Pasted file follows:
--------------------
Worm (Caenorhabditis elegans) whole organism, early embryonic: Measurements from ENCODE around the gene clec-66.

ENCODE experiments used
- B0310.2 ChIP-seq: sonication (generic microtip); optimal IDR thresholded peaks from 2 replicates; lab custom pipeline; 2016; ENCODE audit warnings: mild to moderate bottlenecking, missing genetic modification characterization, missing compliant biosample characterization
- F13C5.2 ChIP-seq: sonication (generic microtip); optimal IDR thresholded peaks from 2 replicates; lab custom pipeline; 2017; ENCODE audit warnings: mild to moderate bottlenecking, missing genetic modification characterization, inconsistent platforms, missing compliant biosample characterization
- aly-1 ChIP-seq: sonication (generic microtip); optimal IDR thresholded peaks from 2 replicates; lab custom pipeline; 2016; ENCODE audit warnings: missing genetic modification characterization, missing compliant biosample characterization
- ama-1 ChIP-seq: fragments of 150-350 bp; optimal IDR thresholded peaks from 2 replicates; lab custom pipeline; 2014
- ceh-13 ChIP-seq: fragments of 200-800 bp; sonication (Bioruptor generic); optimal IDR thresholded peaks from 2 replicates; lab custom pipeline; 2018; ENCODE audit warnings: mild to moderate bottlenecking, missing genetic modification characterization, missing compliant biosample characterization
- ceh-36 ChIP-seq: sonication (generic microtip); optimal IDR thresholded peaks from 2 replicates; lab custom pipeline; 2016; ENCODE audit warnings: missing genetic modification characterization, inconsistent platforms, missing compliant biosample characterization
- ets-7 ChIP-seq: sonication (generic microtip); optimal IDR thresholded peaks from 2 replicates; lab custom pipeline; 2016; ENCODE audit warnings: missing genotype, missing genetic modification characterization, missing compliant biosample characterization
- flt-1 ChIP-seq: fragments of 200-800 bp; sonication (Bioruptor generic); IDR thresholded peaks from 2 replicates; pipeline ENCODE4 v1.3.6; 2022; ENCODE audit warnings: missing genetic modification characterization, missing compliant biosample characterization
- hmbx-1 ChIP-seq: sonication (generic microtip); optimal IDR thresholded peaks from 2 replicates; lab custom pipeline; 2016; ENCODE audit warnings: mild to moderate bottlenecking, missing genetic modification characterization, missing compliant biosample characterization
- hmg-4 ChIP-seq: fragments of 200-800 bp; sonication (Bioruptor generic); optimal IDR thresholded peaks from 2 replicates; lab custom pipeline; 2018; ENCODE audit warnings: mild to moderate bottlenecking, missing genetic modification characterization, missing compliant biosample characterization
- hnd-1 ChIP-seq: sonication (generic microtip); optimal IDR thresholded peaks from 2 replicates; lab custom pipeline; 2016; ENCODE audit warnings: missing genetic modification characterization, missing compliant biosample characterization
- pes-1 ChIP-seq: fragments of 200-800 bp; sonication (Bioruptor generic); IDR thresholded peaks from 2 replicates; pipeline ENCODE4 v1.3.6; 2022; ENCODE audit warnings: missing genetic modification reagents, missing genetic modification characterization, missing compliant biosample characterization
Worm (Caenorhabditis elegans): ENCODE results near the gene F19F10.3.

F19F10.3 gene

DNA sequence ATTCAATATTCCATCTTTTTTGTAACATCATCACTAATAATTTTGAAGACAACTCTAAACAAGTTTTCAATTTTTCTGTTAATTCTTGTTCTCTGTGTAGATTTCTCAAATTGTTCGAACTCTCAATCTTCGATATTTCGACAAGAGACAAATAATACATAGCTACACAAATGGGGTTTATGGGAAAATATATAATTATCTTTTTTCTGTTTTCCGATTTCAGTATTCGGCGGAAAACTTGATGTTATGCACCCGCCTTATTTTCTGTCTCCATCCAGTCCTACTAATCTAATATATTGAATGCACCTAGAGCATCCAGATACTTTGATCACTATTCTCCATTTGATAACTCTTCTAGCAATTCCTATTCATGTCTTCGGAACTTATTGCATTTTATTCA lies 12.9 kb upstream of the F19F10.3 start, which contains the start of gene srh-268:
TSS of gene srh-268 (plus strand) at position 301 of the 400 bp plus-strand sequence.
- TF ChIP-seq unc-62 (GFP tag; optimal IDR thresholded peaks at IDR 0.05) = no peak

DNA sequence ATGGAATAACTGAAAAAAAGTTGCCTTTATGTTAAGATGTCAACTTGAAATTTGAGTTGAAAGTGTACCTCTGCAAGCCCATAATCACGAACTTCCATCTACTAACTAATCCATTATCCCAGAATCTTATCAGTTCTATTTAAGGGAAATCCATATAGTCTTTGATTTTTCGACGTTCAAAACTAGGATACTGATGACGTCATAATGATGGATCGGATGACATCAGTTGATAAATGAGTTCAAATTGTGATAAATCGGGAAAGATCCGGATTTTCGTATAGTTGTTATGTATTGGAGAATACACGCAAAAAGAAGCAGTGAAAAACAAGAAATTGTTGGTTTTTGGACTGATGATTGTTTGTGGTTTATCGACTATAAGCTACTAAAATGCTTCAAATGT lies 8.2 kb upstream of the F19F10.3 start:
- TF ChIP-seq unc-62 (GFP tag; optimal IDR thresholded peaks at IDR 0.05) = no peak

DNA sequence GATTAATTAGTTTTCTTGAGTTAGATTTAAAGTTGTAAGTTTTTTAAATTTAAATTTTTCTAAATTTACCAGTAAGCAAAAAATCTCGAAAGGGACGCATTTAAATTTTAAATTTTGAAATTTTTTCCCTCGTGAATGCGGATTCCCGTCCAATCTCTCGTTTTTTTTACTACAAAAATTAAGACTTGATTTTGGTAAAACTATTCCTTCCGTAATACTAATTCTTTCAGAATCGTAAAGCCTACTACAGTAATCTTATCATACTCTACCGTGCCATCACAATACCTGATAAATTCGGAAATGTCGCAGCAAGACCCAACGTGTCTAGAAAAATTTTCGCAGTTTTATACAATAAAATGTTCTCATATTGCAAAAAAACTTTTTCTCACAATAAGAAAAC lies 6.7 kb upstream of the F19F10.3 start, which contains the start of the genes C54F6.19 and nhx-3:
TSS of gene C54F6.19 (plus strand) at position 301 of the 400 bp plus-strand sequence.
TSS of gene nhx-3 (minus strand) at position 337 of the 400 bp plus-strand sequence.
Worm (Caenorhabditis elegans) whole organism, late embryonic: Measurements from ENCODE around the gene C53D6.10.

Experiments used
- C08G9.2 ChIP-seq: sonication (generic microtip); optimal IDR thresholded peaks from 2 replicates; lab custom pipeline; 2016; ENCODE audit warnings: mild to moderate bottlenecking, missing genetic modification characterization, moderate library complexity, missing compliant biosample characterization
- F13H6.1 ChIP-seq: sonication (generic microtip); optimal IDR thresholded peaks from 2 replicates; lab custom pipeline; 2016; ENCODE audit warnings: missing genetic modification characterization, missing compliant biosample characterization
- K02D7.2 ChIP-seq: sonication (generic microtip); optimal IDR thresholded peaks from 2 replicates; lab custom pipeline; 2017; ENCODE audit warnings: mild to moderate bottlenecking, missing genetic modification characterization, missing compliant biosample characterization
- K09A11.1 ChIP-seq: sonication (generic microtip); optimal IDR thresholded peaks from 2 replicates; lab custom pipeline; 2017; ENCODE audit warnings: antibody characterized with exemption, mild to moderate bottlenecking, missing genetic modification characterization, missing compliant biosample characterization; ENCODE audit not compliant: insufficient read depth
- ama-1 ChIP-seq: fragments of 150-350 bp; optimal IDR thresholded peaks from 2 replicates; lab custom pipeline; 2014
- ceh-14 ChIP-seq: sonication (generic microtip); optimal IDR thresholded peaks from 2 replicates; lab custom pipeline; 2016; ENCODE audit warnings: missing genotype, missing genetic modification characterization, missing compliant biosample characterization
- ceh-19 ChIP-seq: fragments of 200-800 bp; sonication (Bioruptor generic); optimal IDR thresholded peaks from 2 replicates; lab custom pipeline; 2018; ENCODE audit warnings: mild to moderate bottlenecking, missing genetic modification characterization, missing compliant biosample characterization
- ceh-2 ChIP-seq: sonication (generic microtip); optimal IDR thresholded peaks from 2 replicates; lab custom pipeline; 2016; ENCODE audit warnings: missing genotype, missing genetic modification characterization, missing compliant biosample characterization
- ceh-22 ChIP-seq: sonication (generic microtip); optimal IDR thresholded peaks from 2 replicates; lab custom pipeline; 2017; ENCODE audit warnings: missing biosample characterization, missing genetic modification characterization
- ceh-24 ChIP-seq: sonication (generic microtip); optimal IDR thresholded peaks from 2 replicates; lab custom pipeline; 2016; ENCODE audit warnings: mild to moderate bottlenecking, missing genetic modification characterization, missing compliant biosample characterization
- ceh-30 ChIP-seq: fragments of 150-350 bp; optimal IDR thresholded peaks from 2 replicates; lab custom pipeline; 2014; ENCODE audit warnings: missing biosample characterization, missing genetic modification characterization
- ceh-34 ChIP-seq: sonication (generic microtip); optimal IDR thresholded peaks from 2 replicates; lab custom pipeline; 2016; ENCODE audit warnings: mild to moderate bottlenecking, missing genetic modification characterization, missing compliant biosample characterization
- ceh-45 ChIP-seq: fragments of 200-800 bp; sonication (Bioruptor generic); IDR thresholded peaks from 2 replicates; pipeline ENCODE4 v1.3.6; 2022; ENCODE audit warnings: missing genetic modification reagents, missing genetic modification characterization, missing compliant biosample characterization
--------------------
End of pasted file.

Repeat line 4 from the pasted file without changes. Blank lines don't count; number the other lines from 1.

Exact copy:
- F13C5.2 ChIP-seq: sonication (generic microtip); optimal IDR thresholded peaks from 2 replicates; lab custom pipeline; 2017; ENCODE audit warnings: mild to moderate bottlenecking, missing genetic modification characterization, inconsistent platforms, missing compliant biosample characterization